To submit to the divine therapy is something we owe to ourselves and the rest of humanity. If we don't allow the Spirit of God to address the deep levels of our attachments to ourselves and to our programs for happiness, we will pour into the world the negative elements of our self-centeredness, adding to the conflict and social disasters that come from overidentifying with the biases and prejudices of our particular culture and upbringing . This is becoming more important as we move into a global culture and into the increasing pluralism of religious beliefs.

What are we going to do when we are surrounded with people whose belief systems are quite different from our own? Where will our support come from? Instead of finding support that will back up our own belief system, we might look more profitably for the self-differentiation that enables us to be fully ourselves, with the acceptance of our limitations. As we become more aware of the dynamics of our unconscious, we can receive people and events as they are, rather than filtered through what we would like them to be, except them to be, or demand them to be. This requires letting g of the attachments, aversions, "shoulds,"and demands on others and on life that reflect the mentality of a child rather than that of a grownup. The latter, under normal conditions, is responsible for his or her choices.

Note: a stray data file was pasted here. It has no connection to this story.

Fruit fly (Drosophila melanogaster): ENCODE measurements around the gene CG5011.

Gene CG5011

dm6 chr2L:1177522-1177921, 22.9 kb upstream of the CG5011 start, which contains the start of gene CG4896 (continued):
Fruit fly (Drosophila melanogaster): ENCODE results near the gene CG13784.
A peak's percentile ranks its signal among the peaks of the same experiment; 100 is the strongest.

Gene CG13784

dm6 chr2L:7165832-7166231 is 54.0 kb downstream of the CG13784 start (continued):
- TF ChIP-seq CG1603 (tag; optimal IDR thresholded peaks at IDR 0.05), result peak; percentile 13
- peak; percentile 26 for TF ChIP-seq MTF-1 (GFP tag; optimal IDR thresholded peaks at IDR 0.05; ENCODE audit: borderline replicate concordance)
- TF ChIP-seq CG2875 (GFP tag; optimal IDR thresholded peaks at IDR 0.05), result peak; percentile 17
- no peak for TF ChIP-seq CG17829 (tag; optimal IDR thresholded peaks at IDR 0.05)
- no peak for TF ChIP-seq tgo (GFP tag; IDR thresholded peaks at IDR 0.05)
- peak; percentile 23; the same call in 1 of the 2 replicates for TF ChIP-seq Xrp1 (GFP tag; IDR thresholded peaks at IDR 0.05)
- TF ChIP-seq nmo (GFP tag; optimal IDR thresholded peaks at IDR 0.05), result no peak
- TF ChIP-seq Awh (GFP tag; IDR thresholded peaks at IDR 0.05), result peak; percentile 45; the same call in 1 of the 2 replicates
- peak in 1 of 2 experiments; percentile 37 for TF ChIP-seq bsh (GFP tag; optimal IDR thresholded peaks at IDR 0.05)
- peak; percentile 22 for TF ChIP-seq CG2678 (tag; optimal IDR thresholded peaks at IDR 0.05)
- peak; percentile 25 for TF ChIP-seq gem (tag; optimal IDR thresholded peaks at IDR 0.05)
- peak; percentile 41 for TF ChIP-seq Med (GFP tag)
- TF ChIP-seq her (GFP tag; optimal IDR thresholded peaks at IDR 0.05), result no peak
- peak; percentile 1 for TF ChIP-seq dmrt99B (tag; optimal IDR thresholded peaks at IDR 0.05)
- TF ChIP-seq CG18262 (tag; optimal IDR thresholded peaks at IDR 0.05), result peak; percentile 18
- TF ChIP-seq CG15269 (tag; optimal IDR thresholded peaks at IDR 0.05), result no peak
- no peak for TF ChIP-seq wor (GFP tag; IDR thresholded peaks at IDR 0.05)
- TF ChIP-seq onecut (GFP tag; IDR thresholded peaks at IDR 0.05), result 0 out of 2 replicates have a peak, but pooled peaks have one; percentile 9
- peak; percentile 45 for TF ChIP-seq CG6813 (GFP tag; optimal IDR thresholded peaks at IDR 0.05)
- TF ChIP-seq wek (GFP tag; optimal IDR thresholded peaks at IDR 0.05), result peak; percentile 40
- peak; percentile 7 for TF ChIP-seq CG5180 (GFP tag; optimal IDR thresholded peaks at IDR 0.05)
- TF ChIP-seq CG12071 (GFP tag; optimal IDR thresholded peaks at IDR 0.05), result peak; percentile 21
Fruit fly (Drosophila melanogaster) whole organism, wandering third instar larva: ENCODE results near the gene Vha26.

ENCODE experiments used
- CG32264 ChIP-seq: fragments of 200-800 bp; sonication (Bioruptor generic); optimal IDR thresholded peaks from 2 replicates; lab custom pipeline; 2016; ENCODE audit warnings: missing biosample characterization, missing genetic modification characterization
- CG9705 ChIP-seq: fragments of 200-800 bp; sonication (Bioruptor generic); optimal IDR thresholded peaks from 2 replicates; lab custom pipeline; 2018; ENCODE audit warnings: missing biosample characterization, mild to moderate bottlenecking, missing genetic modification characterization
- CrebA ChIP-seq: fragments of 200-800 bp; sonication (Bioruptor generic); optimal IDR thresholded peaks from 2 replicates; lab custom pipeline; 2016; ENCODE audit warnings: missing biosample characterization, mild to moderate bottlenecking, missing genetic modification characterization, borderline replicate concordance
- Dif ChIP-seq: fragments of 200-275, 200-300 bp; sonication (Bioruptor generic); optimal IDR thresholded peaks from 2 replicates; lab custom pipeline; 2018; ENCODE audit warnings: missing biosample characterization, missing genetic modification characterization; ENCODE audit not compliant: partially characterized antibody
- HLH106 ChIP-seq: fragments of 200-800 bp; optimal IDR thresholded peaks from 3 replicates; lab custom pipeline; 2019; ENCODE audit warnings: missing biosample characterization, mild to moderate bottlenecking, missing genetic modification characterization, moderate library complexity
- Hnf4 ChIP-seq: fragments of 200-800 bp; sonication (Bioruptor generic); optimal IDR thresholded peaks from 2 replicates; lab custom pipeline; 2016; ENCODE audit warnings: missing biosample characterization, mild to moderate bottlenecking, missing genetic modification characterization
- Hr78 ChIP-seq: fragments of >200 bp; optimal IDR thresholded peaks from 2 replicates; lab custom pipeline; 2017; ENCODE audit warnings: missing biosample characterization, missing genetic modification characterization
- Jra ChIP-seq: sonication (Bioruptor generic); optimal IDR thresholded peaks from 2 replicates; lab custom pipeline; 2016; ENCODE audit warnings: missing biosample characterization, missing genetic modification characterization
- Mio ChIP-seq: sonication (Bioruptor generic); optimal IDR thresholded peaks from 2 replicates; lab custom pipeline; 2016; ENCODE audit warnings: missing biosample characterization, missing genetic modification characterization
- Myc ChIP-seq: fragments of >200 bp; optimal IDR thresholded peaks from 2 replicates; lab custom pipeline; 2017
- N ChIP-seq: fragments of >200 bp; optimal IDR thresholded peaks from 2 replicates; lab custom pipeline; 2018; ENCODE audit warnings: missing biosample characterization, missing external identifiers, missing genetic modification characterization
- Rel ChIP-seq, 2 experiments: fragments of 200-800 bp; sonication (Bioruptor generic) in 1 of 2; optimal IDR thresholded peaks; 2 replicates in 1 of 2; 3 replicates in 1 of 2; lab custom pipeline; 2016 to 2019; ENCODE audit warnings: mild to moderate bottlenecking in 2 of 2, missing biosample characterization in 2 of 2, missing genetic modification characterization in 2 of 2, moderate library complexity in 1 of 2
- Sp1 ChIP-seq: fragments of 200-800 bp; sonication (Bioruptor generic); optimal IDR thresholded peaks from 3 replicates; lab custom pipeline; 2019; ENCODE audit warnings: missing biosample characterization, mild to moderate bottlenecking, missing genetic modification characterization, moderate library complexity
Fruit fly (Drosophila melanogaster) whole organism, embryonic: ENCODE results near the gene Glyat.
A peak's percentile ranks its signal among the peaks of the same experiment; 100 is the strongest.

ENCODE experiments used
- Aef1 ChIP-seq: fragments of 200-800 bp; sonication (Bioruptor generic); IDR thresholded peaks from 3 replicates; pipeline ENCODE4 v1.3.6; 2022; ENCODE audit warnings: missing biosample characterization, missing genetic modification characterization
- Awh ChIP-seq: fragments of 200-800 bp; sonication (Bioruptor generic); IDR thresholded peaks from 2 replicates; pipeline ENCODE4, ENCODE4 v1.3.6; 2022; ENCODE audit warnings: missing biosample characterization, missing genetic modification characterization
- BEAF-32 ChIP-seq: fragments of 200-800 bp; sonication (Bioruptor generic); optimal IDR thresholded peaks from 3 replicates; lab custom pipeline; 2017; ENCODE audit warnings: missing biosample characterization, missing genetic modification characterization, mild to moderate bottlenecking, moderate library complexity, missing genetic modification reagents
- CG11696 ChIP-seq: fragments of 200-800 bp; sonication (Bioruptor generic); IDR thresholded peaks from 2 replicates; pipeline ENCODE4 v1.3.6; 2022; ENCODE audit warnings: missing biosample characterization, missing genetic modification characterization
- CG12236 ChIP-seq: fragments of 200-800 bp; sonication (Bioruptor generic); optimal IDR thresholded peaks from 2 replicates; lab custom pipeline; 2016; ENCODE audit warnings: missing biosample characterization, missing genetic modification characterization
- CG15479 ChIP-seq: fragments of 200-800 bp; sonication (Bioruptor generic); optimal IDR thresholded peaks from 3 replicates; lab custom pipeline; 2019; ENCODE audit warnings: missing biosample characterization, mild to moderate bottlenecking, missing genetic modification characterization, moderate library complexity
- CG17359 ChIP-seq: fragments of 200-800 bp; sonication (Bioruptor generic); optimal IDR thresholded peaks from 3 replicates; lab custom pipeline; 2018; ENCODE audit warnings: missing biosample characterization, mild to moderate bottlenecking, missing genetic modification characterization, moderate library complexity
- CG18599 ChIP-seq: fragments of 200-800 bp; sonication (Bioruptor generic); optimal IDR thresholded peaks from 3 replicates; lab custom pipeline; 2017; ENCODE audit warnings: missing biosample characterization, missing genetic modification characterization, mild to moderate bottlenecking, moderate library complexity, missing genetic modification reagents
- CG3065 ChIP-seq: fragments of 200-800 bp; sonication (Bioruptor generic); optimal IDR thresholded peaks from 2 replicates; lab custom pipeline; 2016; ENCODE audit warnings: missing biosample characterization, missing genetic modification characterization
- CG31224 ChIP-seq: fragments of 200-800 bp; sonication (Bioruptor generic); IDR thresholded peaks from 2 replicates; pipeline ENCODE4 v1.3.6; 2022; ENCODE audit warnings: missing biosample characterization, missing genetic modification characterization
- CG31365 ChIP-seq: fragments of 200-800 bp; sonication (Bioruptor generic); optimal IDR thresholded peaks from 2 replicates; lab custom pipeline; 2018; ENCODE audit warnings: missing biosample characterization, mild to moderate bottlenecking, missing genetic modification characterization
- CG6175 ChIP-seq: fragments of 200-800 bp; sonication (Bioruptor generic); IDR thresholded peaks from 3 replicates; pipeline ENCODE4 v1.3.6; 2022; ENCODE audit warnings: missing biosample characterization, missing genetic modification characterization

This is a big project, but it is not yet spiritual maturity, It is just human growth into full responsible, self-reflective consciousness. It is the first step that the Gospel invites us to take in the process of repentance. Daily life, if one is alert to the dynamics of the unconscious, brings us too new levels of realization not only about where we are but who we are. 

Reference: The Human Condition : Thomas Keating